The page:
Creating Community Online

As you welcome students back, acknowledge that this is a time of crisis, that you’re in it together, and that the transition to online learning will take some adjustment. A key element of successful online teaching is building community among your students. Students who feel a sense of belonging online will feel motivated to keep learning, despite challenges. Strategies for creating community include:

Engaging Students

Engage students as people in your class, allowing time for them to share what is happening to them outside of class, if they wish. Make yourself available for offline questions and concerns, as well.

Use an icebreaker or warmup to get everyone talking at the beginning of each session.

Make student engagement the primary goal of Zoom sessions: Revise course content to focus on the essentials in order to leave time for students to engage with and truly understand the material. If lectures are necessary, keep them short (6-8 minutes) and alternate with activities that ask students to apply what they are learning. These activities may include:

  • Full-group discussion
  • Opportunities for students to learn from each other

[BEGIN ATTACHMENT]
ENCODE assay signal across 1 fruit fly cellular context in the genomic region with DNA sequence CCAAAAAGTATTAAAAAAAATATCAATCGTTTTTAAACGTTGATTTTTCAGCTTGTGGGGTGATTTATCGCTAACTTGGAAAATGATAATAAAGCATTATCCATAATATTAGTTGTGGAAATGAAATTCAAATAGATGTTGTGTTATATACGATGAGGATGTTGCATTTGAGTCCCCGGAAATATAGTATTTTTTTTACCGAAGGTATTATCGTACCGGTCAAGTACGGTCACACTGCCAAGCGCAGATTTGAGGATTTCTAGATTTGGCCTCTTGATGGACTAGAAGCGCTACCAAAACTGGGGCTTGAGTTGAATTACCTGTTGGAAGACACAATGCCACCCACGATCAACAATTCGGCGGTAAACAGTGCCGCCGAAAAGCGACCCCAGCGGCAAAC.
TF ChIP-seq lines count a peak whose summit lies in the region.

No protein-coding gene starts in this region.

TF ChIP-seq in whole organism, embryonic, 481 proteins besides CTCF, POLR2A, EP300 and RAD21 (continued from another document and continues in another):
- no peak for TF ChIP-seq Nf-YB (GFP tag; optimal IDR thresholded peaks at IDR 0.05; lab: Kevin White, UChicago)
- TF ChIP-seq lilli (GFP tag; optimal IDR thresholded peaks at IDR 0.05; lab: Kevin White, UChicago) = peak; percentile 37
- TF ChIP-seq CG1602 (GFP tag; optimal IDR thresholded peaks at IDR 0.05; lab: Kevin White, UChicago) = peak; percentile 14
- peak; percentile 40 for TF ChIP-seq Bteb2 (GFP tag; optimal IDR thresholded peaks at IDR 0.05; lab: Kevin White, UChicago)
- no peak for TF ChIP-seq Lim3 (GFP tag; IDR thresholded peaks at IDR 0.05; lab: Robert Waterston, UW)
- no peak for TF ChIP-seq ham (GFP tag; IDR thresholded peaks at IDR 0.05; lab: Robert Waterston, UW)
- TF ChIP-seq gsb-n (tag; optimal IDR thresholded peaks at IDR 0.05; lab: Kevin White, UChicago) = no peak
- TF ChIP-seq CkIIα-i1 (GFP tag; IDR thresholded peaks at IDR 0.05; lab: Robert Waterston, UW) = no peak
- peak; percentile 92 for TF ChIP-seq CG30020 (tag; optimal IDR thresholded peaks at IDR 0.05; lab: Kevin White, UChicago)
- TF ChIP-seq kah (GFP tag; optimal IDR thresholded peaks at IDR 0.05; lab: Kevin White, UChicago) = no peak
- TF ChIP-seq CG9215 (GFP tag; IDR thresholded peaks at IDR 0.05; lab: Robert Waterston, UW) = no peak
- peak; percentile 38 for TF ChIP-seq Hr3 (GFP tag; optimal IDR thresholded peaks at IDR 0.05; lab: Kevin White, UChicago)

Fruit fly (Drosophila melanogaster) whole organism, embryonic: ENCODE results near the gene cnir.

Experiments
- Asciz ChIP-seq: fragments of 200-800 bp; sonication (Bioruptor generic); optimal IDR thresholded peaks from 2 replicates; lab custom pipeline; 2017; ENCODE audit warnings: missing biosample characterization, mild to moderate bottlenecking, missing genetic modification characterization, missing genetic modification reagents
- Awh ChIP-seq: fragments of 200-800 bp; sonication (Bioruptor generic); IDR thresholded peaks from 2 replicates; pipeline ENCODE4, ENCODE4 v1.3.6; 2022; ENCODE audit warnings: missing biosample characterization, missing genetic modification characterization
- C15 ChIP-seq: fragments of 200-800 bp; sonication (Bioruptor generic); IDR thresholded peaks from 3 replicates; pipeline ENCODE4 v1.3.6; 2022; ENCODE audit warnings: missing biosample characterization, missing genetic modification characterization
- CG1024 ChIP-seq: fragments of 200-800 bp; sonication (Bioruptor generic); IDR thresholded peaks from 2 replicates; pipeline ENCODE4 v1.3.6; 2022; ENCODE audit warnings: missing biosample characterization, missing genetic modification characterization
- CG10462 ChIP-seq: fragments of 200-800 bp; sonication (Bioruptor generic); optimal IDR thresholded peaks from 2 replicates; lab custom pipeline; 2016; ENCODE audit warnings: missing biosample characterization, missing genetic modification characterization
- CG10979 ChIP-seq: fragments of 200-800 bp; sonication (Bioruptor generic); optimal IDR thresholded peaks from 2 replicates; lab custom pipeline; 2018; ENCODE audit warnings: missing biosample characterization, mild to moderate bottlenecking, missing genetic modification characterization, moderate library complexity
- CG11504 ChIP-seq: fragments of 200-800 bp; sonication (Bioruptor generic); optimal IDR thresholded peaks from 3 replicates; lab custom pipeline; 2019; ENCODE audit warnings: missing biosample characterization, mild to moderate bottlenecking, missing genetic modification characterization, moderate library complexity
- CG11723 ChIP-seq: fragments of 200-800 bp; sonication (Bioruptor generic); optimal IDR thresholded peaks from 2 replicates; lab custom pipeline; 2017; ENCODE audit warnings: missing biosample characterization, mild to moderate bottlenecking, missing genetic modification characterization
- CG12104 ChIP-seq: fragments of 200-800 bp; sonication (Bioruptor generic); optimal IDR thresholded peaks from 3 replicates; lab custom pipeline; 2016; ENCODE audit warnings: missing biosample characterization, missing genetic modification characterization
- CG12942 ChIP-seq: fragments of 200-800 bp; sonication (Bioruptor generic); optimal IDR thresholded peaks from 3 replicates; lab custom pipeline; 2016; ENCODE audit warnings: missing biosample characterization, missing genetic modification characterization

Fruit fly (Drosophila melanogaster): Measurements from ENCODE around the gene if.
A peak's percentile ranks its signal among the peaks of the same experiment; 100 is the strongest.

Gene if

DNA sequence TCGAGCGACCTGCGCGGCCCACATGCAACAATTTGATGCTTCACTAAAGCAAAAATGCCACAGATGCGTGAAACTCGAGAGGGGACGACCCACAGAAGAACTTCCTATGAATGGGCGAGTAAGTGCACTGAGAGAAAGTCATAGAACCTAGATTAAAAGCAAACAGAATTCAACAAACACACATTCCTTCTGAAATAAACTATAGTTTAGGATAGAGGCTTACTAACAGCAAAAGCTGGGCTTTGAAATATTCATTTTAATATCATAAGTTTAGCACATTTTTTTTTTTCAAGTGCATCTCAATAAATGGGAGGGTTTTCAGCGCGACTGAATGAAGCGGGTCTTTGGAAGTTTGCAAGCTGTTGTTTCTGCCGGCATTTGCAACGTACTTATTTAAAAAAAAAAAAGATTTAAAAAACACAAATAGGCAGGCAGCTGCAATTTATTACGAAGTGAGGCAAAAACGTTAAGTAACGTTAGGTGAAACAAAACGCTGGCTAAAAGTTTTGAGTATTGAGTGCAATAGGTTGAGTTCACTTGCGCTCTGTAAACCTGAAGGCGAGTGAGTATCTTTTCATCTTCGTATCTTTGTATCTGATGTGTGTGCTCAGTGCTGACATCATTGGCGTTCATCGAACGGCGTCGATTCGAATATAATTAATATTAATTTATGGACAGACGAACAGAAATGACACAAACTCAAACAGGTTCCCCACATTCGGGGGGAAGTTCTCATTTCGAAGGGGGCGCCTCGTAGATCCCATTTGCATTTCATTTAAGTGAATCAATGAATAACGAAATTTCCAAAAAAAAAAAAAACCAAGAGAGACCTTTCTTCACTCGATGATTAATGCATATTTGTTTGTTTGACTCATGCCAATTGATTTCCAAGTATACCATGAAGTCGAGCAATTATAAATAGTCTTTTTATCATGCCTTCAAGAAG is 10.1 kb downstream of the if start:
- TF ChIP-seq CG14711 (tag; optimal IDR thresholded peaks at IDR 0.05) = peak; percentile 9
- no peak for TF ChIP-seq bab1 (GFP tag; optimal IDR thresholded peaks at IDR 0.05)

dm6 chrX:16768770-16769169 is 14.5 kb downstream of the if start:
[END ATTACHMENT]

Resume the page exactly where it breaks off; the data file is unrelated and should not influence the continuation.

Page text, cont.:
• Opportunities for students to learn in small groups
  • Opportunities for students to give you feedback about what they are learning.

Active Learning

Active learning in small groups will help students understand the material while strengthening their bonds with each other. In small groups, ask students to:

  • Apply a concept to a set of data or a text
  • Work on a problem or case study together
  • Offer a competing interpretation of a text or idea
  • Answer poll questions
  • Ask each other questions about the material.

Active learning may take many forms in Zoom meetings:

  • Use the Zoom whiteboard as a collaboration tool with the full group
  • Use a Google doc or Google spreadsheet for collaborative work in full- or small-group settings
  • Use the breakout function to create small groups.